Friday, July 24, 2009

Two Minutes of Silence

My father was shipped overseas in 1943 with the Royal Montreal Regiment. On D-day, instead of crossing the channel to the coast of Normandy, he was in hospital - being treated for pneumonia. Because of his illness, he avoided almost certain death since only a handful of the comrades he had lived and trained with for battle, returned. Although he was overseas for only three of his 85 years, his life was deeply impacted in that time. On the 11th day of the 11th month at the 11th hour each year, you could count on where he would be and what he would be doing. He would be remembering those that gave their lives in service to this country - and observing a minute of silence.

I always found those moments of silence awkward growing up. I understood the grave importance of those sixty seconds - my father had somehow instilled that into our developing characters - but I was never really sure what I should think about. So I would stand there - and let my mind and thoughts enter into a free-fall - vaguely trying to think about and "remember" people who had died I was born. But I found those moments interminably long and the urge to fidget was almost overwhelming.

Silence has never been one of my strong points. If there was ever a lull in a conversation I felt intensely uncomfortable, until the silence was filled with activity or words. It is only of late that I have learned to appreciate, and truly enjoy, the exquisite pleasure of spending time with someone I hold dear and just listening to the clock tick in comfortable silence. However quiet it may seem, though, my mind has always raced - all my life long - with words and pictures and thoughts jumbling, and tumbling and falling over each other like the roaring waters of a roiling white water river. "Quiet time", or daily devotions, for me, has always been quiet on the outside, but on the inside, my thoughts and words and distractions ran almost unchecked - rampant and loud. I tried, but I've just never been very good at "silence" or "quiet", even though I've learned to conform on the outside and make people think I am actually calm- even as on the inside I am coming apart at the seams.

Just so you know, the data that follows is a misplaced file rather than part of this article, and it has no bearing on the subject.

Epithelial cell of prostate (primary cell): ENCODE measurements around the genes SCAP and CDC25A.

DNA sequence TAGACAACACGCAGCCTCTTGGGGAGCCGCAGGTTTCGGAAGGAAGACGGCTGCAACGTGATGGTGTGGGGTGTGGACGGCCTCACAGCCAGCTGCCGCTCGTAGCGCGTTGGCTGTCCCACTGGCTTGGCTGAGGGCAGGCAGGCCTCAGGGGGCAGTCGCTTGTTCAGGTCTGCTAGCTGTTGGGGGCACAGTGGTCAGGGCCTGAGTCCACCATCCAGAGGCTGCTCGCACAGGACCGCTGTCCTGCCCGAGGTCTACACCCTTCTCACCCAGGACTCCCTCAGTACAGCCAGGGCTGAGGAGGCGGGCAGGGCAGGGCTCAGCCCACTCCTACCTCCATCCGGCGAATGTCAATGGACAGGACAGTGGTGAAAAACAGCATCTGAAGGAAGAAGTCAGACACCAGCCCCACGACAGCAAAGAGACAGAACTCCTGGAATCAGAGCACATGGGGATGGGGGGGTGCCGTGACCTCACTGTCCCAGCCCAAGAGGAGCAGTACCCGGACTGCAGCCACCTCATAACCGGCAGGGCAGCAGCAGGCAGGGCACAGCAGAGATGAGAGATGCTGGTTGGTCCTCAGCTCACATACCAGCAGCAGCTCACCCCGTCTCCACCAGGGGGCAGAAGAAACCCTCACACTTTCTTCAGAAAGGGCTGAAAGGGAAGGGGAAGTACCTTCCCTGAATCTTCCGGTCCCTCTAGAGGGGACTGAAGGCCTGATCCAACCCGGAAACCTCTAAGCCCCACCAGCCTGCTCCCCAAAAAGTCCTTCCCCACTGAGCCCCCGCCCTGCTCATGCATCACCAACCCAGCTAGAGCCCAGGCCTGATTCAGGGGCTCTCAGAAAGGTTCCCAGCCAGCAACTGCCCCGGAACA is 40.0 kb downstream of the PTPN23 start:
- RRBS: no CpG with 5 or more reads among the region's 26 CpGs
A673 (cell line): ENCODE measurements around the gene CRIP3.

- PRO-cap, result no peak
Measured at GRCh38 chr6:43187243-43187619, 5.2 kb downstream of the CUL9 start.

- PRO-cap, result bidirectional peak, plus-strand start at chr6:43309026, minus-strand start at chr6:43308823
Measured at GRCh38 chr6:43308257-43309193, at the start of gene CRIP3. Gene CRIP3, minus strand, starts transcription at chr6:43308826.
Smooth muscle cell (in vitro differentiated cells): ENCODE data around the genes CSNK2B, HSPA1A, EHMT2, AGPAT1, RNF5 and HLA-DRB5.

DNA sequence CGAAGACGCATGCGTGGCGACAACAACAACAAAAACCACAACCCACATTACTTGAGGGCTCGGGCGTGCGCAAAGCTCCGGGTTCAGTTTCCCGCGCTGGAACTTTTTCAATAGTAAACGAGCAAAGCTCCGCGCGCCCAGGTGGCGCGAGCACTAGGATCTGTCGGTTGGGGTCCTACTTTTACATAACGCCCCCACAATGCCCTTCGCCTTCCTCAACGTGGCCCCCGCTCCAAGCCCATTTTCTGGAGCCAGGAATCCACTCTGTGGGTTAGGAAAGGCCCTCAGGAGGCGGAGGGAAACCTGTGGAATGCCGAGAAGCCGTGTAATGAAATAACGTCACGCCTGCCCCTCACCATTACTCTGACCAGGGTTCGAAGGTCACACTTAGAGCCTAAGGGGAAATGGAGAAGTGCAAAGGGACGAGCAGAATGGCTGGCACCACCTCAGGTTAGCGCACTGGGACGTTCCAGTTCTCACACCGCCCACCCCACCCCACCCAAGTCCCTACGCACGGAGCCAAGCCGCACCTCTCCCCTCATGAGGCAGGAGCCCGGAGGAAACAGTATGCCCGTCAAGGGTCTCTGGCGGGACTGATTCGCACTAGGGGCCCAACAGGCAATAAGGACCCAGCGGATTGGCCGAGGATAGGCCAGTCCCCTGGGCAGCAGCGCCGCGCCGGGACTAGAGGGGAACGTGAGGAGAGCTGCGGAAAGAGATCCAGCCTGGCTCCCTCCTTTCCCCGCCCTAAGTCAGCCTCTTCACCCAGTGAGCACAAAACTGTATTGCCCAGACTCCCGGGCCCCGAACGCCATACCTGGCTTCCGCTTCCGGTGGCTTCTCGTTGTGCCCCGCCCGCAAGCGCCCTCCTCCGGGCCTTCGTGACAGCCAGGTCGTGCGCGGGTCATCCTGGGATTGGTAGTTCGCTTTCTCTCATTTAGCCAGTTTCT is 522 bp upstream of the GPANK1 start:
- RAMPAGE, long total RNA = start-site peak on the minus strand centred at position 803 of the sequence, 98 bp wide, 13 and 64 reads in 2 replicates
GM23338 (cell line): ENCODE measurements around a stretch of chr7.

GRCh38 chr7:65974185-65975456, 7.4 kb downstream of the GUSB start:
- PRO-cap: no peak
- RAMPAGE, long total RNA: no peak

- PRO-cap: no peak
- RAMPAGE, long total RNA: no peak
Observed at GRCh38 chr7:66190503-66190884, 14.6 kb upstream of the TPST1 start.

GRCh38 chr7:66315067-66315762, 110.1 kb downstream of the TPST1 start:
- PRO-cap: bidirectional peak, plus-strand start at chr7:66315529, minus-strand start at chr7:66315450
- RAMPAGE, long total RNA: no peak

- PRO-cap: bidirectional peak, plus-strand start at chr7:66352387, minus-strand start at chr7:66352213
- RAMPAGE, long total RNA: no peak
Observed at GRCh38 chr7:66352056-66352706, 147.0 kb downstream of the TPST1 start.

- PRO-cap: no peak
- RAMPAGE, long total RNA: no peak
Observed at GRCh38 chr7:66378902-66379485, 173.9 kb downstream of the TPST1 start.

"He leads me beside still waters..." (Psalm 23)

In our Thursday night cell group, we are studying a book/DVD series entitled "Emotionally Healthy Spirituality". A critical part of this study has involved me in learning to regularly practice "silence" for two minutes at a time and several times a day as part of our "Daily Office". It's not a religious exercise, but simply a way of turning our own thoughts and the distractions of the world down, and becoming sensitive to God - setting aside our busy lives for a bit to open our hearts and minds to him. Silence not just on the outside, but the inside, too. You can't be silent before God - at least I can't - without surrendering - your agenda, your thoughts, your worries, your words, your life.

It certainly requires some discipline in order to make myself shut up and just "be", even just for two minutes at a time. But oh, my goodness, I can't believe what's happening to me as a result.